...meanwhile, in National Institue of Standards and Technology (NIST) newa, comes a terrific piece on the latest efforts to provide assurance by NIST to the Drone Forensics community, with a compendium of tools and data, not the least of which is a grouping of Computer Forensic Reference Datasets, or CFReDS, of which, encompass digital evidence simulations (all available on a no-fee basis).
'A forensic image is a complete data extraction from a digital device, and NIST maintains a repository of images made from personal computers, mobile phones, tablets, hard drives and other storage media. The images in NIST’s Computer Forensic Reference Datasets, or CFReDS, contain simulated digital evidence and are available to download for free. Recently, NIST opened a new section of CFReDS dedicated to drones, where forensic experts can find images of 14 popular makes and models, a number that is expected to grow to 30 by December 2018.' via the National Institue of Standards and Technology
I am sure you have all read the news of Grayshift's issues battling extortionists and their ilk. I have, however, not seen any significant commentary regarding the data theft this SNAFU could facilitate.
Here's the thought problem (looking for culpability, specifically): A Law Enforcement agency has taken custody (adhering to standards of Generally Accepted Chain of Custody guidelines) of a suspect's iPhone. Unbeknownst to the trusted Sworn Officers and Forensicators (often, one in the same) examining the device, the Grayshift appliance undergoes an unfortunate successful attack - mounted by external miscreant(s) unknown, and succumbs to the exfiltration of all data on the applicance AND the slurped data on the iPhone.
Subsequent forensication by the Sworn Officers or Forensicators (again, often one in the same - at least in smaller agencies) entrusted with reasonable and prudent Chain of Custody of the device under scrutiny, discover that the Grayshift appliance and the suspect's iPhone have both undergone the indignity of significant data leakage. How does the Agency proceed in the effort to lay charges - or not - and protect the Agency, as well?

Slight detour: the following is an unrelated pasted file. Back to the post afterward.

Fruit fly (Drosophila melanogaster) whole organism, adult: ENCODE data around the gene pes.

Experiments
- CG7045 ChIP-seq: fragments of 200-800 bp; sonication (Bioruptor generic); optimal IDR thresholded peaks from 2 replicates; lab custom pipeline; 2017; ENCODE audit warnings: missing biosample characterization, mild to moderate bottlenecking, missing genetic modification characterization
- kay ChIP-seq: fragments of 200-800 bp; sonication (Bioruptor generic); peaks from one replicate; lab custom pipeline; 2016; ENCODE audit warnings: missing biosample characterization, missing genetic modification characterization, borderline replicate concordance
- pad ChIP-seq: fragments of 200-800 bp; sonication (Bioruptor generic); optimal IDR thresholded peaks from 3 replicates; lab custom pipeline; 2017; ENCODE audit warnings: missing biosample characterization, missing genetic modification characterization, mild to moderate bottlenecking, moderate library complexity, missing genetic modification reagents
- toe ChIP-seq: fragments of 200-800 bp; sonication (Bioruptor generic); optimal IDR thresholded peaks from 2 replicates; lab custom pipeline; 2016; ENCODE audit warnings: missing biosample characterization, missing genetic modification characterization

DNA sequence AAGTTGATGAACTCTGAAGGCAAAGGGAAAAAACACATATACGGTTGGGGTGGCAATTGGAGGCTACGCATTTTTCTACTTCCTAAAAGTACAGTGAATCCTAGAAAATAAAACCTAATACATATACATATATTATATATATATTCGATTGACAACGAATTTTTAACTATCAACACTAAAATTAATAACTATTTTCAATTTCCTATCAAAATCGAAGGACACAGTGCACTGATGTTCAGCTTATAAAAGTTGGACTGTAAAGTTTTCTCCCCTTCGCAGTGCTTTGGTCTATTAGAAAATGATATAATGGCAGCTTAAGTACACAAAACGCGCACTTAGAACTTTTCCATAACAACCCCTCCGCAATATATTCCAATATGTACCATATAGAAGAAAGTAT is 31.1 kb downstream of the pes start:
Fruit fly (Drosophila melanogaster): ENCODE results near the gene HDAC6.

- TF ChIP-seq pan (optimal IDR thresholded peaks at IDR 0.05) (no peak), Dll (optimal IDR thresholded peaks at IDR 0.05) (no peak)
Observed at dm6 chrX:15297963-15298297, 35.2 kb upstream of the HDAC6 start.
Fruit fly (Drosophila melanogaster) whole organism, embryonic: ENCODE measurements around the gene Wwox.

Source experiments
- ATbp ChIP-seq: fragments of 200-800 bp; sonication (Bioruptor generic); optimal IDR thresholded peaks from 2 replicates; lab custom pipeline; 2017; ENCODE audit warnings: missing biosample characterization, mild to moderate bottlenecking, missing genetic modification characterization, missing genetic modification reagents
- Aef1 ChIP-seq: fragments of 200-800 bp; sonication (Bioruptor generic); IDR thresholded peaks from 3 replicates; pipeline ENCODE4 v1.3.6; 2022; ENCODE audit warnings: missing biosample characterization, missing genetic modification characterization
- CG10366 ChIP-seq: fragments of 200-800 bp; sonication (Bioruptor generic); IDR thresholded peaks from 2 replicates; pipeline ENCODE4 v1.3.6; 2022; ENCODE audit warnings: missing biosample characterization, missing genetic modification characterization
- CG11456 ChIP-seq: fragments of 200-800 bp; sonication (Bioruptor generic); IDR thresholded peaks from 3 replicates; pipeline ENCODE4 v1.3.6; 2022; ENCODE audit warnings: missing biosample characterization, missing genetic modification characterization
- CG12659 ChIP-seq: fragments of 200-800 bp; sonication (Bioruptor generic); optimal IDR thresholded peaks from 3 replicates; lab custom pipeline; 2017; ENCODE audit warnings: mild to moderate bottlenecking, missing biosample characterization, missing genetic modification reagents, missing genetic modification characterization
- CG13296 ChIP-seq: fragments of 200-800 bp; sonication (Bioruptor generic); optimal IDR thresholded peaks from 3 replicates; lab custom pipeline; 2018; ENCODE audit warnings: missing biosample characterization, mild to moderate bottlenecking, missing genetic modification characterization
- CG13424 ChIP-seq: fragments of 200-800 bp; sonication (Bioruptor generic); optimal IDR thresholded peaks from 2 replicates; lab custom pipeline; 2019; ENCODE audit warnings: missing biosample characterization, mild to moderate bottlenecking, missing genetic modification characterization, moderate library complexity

Oh, and while they are at it, perhaps they could explain why the device is attached to a forward facing TCP/UDP connection to our beloved Interweb?
News, brought to my attention by Steve Hailey, CEO of the Cybersecurity Institute, is todays MustRead, focusing on Anti-Forensics. Examine, if you will, the affect anti-forensics has on investigatory professionals when performing examinations targeting computational systems. If you read anything today regarding forensics, read Steve's posting on LinkedIn, and the paper published by the three University of Washington researchers responsible for this superlative effort. Namely, Justin Brecese MSIM , Aaron Alva MISM and Casey Rodgers MISM. You may also download the documents from the CyberSecurity Insitute here in a compressed file, or from UW's Capstone Archives.
News, via Pat O'Reilly of the National Institute of Standards and Technology Computer Security Division [NIST CSRC]; in which, the good Mr. O'Reilly notifies us of the release of NIST Special Publication 800-88 Revision 1, Guidelines for Media Sanitization. MYou can also view and download any previous NIST ITL [Security] bulletins, and their associated documentation and special publications at the NIST Computer Security Divisions' Computer Security Resource Center.
Astonished to find this well-written investigative piece by Vince Lattanzio, writing for NBC 10, in Bala Cynwyd, Pennsylvania [covering Philadelphia and the NBC affiliate in the City of Brotherly Love]. In an effort to detail the the Department of Homeland Security's Forensics Investigation Laboratory many of the tricks of the trade - so to speak- are illustrated for all, including an EMF blocker container to examine miscreant-owned mobile devices without the possibility of remote data destruction.